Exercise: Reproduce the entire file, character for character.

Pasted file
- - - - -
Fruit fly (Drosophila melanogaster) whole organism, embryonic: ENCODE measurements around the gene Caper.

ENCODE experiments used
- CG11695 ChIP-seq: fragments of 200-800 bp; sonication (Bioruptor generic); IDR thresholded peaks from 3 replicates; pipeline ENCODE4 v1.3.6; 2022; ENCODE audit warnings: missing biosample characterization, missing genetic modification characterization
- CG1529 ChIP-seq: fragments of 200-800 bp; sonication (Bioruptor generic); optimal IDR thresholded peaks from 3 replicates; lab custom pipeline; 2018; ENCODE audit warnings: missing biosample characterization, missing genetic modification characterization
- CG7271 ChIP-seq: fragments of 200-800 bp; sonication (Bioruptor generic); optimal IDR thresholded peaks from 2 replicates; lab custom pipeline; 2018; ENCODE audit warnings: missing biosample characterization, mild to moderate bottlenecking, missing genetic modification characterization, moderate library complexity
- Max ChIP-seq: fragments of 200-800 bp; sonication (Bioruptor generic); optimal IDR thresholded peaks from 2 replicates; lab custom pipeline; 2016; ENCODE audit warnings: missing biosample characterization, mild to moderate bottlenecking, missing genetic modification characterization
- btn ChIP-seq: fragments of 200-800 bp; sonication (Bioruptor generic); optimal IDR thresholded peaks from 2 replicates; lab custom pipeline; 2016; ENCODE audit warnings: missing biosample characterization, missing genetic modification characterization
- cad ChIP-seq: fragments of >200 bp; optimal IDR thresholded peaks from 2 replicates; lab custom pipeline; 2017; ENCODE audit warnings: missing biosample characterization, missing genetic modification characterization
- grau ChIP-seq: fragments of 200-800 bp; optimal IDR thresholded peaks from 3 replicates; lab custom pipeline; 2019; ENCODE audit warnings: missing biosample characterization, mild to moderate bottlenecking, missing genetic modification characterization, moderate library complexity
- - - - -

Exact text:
Fruit fly (Drosophila melanogaster) whole organism, embryonic: ENCODE measurements around the gene Caper.

ENCODE experiments used
- CG11695 ChIP-seq: fragments of 200-800 bp; sonication (Bioruptor generic); IDR thresholded peaks from 3 replicates; pipeline ENCODE4 v1.3.6; 2022; ENCODE audit warnings: missing biosample characterization, missing genetic modification characterization
- CG1529 ChIP-seq: fragments of 200-800 bp; sonication (Bioruptor generic); optimal IDR thresholded peaks from 3 replicates; lab custom pipeline; 2018; ENCODE audit warnings: missing biosample characterization, missing genetic modification characterization
- CG7271 ChIP-seq: fragments of 200-800 bp; sonication (Bioruptor generic); optimal IDR thresholded peaks from 2 replicates; lab custom pipeline; 2018; ENCODE audit warnings: missing biosample characterization, mild to moderate bottlenecking, missing genetic modification characterization, moderate library complexity
- Max ChIP-seq: fragments of 200-800 bp; sonication (Bioruptor generic); optimal IDR thresholded peaks from 2 replicates; lab custom pipeline; 2016; ENCODE audit warnings: missing biosample characterization, mild to moderate bottlenecking, missing genetic modification characterization
- btn ChIP-seq: fragments of 200-800 bp; sonication (Bioruptor generic); optimal IDR thresholded peaks from 2 replicates; lab custom pipeline; 2016; ENCODE audit warnings: missing biosample characterization, missing genetic modification characterization
- cad ChIP-seq: fragments of >200 bp; optimal IDR thresholded peaks from 2 replicates; lab custom pipeline; 2017; ENCODE audit warnings: missing biosample characterization, missing genetic modification characterization
- grau ChIP-seq: fragments of 200-800 bp; optimal IDR thresholded peaks from 3 replicates; lab custom pipeline; 2019; ENCODE audit warnings: missing biosample characterization, mild to moderate bottlenecking, missing genetic modification characterization, moderate library complexity